The scurs kept the heat on in the forecast thanks to the Weather Eye. More summer on the way or another glimpse of fall in store? Starting Wednesday, partly sunny with tiny chance of forenoon showers and thunderstorms. Highs in the mid-80’s with lows in the mid-60’s. Thursday, partly sunny becoming cloudy with highs in the low 80’s and lows in the low 60’s. Sunny on Friday with highs in the mid-80’s and lows in the mid-60’s. Saturday, mostly sunny with a slight chance of forenoon thundershowers. Highs in the mid-80’s with lows in the mid-60’s. Mostly sunny on Sunday with a modest chance of evening showers and thunderstorms. Highs in the mid-80’s with lows in the mid-60’s. Monday, sunny with a slight chance of a forenoon thundershower. Highs in the mid-80’s with lows in the mid-70’s. Mostly cloudy and warmer on Tuesday with increasing chances of developing thundershowers. Highs in the upper 80’s with lows in the mid-60’s. The normal high on the July 15th is 83 and the normal low is 62. The scurs are still scraping the roadkill Tootsie Rolls off their shoes following last weekend’s community celebration.
Crops put on a growth spurt this past week with the warm temperatures although some were somewhat bemused by the wind leaning and flattening parts of some area cornfields. Root systems on this corn reflect the spoon-feeding moisture pattern we’ve been in. While most of the corn will right itself, there is likely to be some goose-necking. Some tassels are already being noted in “high heat unit” areas around sheltered areas. Soybeans have reached full bloom and some could argue for even some R3 plants within some of the early planted, early maturing soybeans. Some oats are beginning to turn and the recent wind also flattened that. Odds are it won’t come back up. Some were beginning to call for rain and they got what they asked for. Rainfall locally on Sunday night ranged from 1.34” in Bugtussle proper to 2.18 at the ranch with reports of over 3” in suburban Matawan. This should make for some pretty later second and early third cutting hay.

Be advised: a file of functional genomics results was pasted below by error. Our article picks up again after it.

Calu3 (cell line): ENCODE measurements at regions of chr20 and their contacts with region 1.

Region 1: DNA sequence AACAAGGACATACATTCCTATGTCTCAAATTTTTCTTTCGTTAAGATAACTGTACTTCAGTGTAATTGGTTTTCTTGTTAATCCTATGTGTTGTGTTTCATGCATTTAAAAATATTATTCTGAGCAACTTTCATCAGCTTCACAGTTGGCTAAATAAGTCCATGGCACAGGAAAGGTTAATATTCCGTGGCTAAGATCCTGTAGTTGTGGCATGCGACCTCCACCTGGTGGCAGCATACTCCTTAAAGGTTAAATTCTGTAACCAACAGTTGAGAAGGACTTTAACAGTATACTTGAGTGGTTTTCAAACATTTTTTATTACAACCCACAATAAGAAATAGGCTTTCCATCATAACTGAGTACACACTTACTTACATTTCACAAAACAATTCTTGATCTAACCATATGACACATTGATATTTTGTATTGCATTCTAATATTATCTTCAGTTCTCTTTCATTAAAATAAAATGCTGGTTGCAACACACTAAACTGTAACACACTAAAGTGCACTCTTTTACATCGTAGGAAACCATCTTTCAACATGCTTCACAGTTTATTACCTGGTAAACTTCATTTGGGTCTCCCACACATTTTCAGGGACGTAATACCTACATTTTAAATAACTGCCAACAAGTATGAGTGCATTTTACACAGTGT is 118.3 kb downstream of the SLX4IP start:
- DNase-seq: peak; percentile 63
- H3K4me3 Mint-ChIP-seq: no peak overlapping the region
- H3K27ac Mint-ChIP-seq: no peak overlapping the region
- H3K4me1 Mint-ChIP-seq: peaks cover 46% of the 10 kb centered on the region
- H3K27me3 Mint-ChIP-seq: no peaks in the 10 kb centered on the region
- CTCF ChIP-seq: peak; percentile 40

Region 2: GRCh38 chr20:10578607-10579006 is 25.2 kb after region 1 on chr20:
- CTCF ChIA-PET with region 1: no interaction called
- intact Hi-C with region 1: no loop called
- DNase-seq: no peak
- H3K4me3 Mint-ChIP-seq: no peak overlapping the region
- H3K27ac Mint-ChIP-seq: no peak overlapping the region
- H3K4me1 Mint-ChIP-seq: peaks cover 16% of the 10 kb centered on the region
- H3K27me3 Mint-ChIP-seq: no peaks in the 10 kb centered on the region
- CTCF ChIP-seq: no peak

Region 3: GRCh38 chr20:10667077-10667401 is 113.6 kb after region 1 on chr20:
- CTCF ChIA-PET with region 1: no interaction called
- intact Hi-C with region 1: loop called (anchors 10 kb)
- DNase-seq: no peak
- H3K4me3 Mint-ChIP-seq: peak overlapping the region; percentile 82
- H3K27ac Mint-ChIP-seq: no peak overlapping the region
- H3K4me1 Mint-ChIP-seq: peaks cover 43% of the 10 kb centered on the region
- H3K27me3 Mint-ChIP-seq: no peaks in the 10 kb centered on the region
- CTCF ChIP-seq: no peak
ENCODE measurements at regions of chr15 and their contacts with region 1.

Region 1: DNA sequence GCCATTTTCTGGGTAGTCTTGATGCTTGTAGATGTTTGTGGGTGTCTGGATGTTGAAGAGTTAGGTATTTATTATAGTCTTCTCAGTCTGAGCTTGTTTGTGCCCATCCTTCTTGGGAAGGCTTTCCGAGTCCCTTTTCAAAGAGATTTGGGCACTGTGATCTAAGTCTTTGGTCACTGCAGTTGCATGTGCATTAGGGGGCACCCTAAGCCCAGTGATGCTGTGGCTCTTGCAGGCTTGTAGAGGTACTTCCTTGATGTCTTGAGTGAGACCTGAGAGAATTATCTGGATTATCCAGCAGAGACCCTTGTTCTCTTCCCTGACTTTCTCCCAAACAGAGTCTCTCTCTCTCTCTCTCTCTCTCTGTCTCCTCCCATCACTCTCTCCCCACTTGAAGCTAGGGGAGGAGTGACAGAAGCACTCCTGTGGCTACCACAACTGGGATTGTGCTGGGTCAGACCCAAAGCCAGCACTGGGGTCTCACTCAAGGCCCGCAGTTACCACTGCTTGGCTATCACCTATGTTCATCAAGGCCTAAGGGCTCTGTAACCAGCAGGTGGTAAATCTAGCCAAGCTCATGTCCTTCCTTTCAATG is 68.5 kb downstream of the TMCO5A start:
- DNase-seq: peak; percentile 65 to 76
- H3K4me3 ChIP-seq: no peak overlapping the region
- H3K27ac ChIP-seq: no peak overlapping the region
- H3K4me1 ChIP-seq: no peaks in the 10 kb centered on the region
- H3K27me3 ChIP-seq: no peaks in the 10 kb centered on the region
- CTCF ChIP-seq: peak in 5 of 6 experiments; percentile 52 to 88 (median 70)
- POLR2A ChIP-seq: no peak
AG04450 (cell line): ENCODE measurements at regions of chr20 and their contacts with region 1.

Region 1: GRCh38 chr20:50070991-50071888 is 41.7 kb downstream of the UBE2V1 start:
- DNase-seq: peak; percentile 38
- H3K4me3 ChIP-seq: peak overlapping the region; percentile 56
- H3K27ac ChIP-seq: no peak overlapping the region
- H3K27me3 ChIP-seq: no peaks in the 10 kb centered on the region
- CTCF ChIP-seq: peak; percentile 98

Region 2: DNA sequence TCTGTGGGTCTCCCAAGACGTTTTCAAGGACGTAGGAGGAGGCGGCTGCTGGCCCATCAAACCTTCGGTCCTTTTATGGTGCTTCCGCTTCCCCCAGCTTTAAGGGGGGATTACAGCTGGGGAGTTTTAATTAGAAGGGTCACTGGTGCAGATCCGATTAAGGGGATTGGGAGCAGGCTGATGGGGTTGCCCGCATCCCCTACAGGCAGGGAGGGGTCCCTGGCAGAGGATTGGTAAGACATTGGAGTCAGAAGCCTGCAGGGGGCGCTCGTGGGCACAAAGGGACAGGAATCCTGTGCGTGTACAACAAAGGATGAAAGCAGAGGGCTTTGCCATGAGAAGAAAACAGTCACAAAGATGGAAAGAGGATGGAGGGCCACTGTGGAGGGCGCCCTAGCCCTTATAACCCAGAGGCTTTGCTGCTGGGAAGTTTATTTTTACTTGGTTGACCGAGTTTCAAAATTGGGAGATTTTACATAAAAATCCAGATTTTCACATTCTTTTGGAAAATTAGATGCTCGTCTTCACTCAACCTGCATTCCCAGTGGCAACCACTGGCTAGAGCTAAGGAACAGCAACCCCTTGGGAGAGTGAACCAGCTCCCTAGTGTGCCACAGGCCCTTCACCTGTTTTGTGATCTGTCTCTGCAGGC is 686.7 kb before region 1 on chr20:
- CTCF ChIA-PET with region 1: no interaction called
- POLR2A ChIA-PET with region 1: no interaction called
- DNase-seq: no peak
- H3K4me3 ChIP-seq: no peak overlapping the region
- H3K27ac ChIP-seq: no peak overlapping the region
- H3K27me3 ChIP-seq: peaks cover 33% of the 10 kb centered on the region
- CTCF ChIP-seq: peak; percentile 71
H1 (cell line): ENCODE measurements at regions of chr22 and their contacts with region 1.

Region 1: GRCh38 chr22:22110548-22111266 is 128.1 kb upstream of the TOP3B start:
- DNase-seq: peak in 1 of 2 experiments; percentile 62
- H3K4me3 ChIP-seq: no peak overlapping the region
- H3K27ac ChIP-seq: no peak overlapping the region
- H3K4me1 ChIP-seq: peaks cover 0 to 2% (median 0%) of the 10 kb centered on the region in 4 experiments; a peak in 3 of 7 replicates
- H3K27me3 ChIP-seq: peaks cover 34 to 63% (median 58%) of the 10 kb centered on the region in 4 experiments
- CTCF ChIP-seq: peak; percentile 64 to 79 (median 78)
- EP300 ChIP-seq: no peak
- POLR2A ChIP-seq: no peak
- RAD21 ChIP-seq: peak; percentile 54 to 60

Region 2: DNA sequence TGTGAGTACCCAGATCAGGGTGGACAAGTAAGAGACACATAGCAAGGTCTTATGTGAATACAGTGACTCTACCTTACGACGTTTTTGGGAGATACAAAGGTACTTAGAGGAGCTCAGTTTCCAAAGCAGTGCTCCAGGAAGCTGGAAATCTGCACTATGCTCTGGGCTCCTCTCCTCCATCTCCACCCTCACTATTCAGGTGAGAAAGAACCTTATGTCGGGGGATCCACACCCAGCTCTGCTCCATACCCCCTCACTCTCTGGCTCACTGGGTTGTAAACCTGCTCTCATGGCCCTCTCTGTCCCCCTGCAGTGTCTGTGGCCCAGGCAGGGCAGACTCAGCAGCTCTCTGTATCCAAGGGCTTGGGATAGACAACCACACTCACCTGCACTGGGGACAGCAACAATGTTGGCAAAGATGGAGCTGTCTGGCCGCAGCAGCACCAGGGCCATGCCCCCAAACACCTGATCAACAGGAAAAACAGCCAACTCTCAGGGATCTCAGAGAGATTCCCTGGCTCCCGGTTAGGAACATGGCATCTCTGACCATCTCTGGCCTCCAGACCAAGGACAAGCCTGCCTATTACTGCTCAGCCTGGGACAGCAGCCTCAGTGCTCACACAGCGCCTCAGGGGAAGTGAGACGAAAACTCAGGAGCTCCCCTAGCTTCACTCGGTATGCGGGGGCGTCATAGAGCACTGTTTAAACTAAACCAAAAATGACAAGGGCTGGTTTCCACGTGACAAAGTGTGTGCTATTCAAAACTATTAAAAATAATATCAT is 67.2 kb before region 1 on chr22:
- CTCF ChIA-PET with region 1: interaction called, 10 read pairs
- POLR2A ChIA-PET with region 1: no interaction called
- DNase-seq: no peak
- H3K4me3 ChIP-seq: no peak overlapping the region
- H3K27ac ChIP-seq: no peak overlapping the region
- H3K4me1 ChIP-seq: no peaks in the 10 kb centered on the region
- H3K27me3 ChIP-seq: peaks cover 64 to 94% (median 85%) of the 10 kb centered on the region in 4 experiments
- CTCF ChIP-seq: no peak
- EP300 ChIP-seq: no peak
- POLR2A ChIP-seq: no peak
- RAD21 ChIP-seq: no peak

After putting out some brush fires at work Monday morning, we loaded up some lambs that were headed for the show circuit. Oddly enough they loaded more easily than we might’ve guessed, especially since most were airborne a month ago when we picked them out. It also gave us an opportunity to move the remaining yearling ewes to pasture. They did just as yearling ewes normally do: Hung by the fence for a week waiting for a feed bucket to come their way. It didn’t as there is pasture to burn. Time for them to stand on their own four hooves and eat grass like the rest of the brood ewes.
With rain in the forecast for Tuesday, Monday was a good day to get some late planted garden in as well. The garden was tilled shortly after the sheep were loaded up and by early afternoon, it was fit to plant. I’d left room for some shorter maturity sweet corn, some string beans and was able to stab a few cukes into some of the hills that hadn’t come up very well. It went quickly, toss in some lawn mowing and before I knew it, it was time to head to Beaver Lake and watch the fireworks there, courtesy of friends with a fantastic new pontoon. Sure a far cry from the 30 gallon drum welded in someone’s shop jobs I remember seeing as a kid. Sweet ride.